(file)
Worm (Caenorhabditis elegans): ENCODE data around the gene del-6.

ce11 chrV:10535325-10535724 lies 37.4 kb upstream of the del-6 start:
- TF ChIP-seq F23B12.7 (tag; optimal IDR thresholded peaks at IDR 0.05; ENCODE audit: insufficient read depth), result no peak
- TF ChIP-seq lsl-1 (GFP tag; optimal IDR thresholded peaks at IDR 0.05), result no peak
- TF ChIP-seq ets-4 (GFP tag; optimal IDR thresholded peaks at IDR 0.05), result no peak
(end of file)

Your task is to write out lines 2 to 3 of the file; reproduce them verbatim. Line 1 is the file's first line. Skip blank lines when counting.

ce11 chrV:10535325-10535724 lies 37.4 kb upstream of the del-6 start:
- TF ChIP-seq F23B12.7 (tag; optimal IDR thresholded peaks at IDR 0.05; ENCODE audit: insufficient read depth), result no peak